aTypical Joe: a gay New Yorker living in the rural South
Saturday, June 30, 2007
Like children’s theater for 40-year-old gay people
Xanadu on Broadway was everything I hoped for and more (seriously) packed into 90 intermission free minutes of frothy fun.
I was in the audience on what was to have been opening night. As it turned out, the opening of the stage musical version of the mega-flop movie was delayed when lead James Carpinello (recently of Saturday Night Fever) suffered a foot injury. The opening is now scheduled for July 11.
Cheyenne Jackson stepped into the role of the frustrated record album cover artist named Sonny who is inspired by the nine muses of ancient Greece to fulfill that greatest of artistic achievements - a roller disco. “My heart goes out to [Carpinello]...I am honored to borrow his skates.”
Jackson, whose Sonny was buff toothy innocence and terrific, was previously in the off-Broadway musical Altar Boyz that I so thoroughly enjoyed but he may more broadly be known as the openly-gay actor who played gay hero Mark Bingham, one of the real-life characters in the Oscar-nominated film United 93.
His muse, Kira/Clio, is played by Kerry Butler who created the role of Penny Pingleton in Hairspray (the last show on Broadway I saw before moving down to Georgia). She was more recently on Broadway as Audrey in Little Shop of Horrors. I saw her years ago off-Braodway as Shelley in the cult hit (and personal favorite) Batboy: the Musical.
James Wolcott, who enjoyed the show every bit as much as I did - “It was like taking Ecstasy in Broadway ticket form” - says of Butler:
She is a flowing vision on roller skates, a blonde creamy confection of Olivia Newton-John, the divine Kyle Minogue, and Sarah Michelle-Gellar. She does things to vowels with her mock-Australian accent that should earn her a birdbath perch on musical-comedy Mt. Olympus. I truly, truly dug what she was doing, and I shall now pause to run a comb through my hair.
Wolcott points to another Xanadu convert at NYC Stories:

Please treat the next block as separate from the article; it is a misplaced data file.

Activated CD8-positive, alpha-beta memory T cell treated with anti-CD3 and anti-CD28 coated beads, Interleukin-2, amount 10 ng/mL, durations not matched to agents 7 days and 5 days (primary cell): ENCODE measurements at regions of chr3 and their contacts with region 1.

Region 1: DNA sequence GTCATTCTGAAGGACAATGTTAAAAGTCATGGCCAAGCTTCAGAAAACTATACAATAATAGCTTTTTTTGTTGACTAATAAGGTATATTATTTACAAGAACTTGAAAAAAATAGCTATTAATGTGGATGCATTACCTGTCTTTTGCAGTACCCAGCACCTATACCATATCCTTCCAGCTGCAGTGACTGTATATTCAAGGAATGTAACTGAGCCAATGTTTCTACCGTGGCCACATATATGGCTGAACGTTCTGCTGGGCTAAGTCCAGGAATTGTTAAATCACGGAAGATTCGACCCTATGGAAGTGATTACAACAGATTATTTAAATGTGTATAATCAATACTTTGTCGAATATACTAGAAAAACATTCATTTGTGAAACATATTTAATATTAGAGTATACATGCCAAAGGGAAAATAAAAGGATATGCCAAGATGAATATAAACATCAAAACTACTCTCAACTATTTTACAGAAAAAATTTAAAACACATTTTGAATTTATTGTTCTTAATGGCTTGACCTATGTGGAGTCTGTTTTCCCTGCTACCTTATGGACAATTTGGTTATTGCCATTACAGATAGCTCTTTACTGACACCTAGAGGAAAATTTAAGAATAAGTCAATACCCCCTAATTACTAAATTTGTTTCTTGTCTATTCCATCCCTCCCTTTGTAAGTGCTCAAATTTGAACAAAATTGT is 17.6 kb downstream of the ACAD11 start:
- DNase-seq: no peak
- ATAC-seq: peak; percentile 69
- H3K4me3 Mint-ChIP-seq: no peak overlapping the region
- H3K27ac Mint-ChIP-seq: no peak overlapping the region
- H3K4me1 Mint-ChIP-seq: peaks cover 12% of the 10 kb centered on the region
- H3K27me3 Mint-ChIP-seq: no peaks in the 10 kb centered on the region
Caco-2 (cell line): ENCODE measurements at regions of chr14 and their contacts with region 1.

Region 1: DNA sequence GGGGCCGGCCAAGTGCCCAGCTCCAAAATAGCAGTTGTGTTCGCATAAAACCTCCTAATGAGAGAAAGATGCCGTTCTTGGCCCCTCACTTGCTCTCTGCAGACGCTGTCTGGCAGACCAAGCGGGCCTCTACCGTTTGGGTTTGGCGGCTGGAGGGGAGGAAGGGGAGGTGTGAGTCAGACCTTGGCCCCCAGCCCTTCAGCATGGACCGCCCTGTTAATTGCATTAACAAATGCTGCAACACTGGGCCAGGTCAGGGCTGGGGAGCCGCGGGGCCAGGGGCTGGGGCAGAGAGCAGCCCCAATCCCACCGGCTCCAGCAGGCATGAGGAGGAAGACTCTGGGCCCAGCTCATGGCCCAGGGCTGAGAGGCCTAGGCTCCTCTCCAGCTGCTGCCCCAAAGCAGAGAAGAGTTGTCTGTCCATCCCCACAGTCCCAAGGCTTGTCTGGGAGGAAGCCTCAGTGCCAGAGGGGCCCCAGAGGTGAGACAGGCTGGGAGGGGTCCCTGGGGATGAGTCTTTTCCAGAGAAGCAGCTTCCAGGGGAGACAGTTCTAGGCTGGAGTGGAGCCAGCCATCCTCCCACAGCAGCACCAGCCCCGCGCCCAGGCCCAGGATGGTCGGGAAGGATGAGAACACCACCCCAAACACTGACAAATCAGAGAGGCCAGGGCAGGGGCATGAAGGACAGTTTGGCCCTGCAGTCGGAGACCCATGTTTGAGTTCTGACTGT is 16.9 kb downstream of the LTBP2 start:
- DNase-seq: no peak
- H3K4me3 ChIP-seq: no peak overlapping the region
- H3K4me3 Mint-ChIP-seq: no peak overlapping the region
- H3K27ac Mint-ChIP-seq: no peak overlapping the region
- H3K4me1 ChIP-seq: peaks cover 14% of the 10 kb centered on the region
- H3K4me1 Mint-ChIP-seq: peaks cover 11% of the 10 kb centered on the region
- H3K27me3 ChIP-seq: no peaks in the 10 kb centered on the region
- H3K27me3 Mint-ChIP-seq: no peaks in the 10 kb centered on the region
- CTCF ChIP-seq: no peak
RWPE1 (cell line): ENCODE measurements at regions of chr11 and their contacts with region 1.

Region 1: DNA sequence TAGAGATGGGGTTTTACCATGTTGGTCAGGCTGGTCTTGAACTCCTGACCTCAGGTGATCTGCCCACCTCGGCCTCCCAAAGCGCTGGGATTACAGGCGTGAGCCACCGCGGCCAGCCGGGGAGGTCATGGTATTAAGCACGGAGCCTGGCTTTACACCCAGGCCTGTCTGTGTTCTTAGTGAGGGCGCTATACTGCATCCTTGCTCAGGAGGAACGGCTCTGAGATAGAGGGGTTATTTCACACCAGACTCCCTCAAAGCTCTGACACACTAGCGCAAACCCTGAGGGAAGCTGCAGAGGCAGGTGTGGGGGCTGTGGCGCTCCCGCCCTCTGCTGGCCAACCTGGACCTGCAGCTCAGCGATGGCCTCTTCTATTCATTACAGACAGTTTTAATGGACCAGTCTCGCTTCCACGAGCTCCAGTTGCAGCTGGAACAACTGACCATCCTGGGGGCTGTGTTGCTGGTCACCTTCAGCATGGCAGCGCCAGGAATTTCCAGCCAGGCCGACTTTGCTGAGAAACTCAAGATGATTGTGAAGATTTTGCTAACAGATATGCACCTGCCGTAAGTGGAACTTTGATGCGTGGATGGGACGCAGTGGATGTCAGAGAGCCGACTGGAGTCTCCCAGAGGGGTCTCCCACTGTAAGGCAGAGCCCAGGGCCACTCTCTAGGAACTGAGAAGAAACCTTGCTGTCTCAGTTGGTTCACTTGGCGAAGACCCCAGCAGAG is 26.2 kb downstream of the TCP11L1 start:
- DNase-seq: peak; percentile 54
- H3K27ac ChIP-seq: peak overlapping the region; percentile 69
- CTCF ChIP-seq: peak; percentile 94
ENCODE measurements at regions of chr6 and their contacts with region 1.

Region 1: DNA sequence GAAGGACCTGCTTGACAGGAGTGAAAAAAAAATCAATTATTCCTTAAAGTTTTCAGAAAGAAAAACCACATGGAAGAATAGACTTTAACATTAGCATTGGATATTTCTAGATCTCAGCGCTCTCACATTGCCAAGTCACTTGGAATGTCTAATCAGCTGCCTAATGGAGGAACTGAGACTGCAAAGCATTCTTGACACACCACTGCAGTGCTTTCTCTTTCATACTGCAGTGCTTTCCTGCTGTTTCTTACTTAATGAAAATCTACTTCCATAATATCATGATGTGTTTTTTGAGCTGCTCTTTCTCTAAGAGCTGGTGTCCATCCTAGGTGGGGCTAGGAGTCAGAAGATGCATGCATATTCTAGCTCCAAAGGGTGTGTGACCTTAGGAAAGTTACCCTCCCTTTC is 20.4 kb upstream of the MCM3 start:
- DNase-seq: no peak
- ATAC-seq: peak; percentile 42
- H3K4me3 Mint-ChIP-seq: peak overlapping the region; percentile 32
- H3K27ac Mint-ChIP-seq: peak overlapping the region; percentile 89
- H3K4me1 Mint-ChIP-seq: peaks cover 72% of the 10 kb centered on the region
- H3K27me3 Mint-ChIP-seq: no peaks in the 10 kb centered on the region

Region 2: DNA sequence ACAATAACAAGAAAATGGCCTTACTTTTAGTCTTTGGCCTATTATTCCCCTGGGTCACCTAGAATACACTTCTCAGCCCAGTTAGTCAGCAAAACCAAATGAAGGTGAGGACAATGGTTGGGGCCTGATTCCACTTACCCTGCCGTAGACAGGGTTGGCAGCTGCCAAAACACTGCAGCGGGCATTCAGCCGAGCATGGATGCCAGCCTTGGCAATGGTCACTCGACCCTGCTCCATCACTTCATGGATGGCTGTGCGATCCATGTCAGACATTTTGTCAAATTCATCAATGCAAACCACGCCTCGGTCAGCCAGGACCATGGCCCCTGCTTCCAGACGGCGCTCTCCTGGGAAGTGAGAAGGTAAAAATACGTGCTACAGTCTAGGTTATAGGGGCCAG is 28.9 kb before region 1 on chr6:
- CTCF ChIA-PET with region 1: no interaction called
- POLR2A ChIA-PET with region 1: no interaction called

Xanadu is one of the funniest things to land on a Broadway stage in ages. I laughed and groaned from beginning to end. This show is far far over the top. It might even be over the top’s top, but luckily it knows it and knows just what to do with that material to make an audience laugh. This super campy production is about the only thing that could have been done with the movie to make it work on the stage… See the show now, as it will probably have a hard time hanging on for long. It might just prove to be too gay for Broadway. Then again, you never know. It could turn out to be the smash hit of 2007.
Moore than a movie, it’s a campaign
I saw Sicko in Chelsea last night - the audience burst into spontaneous applause three times - and reveled in every minute of its over the top advocacy. He could have made a safer, more balanced movie, but why the hell should he? Does anyone imagine that if he had the Right would stop calling him a zealot, propagandist and a demagogue?
Moore’s been deftly building the grass roots momentum for his campaign, through strategery and sold out sneak previews across America and on the web. A few weeks ago, he asked people to share their horror stories with us:
Here are the responses so far.
FOR MORE MOORE: Here’s Michael on The Daily Show.
Slate’s review, “Even those viewers who are ideologically in sync with Michael Moore can find plenty to critique in his methods: the gimmicks, the deck-stacking, the deliberate neglect of opposing points of view. On the other hand, even Moore’s worst ideological enemies would be hard put to dispute the basic argument of his new film Sicko (Weinstein Co.): The American health-care system is a sick joke and has been for a very long time.”
The most hyped gadget in tech history
PC World did an iPhone stress test which included putting one in a shake ‘n bake with a bag full of key chains.
TUAW gushes, “Words cannot describe how incredibly wonderful this thing feels to touch and hold. It is an absolute marvel of engineering. Gorgeous in every way.”
The NYTimes reports, “Apple wanted a spectacle when the iPhone went on sale, and it got just that.”
The DC mayor got his, “a guy behind me yells out ‘fix the schools first,’ the guy gives him the finger and sneers, ‘there’s only 15 left.’… a lot of people in the back of the line probably aren’t getting an iPhone today.”
Thomas Hawk - over a glass of wine and with the iPhone still in the box 4 hours after he bought it - reflects on his time as an iPhone line geek. Stephen Berlin Johnson’s got one too, “Tried to be clever and buy at the downtown Brooklyn AT&T store, which was a nightmare and limited me to only one phone.”
Here Meredith Viera fumbles with it on the Today Show.
I’ll have news of the contrarians when I’m back from Tekserve where I’m off with a friend to buy, of all things, a MacBookPro.